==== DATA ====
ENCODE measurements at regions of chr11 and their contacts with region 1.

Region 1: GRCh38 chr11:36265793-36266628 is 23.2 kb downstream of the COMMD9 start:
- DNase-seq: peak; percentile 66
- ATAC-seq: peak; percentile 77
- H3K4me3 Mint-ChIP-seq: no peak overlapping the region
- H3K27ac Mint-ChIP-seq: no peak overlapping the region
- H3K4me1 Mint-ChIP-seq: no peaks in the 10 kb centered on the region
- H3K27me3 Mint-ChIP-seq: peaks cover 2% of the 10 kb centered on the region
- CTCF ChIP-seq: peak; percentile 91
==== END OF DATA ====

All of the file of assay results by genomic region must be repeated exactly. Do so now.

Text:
ENCODE measurements at regions of chr11 and their contacts with region 1.

Region 1: GRCh38 chr11:36265793-36266628 is 23.2 kb downstream of the COMMD9 start:
- DNase-seq: peak; percentile 66
- ATAC-seq: peak; percentile 77
- H3K4me3 Mint-ChIP-seq: no peak overlapping the region
- H3K27ac Mint-ChIP-seq: no peak overlapping the region
- H3K4me1 Mint-ChIP-seq: no peaks in the 10 kb centered on the region
- H3K27me3 Mint-ChIP-seq: peaks cover 2% of the 10 kb centered on the region
- CTCF ChIP-seq: peak; percentile 91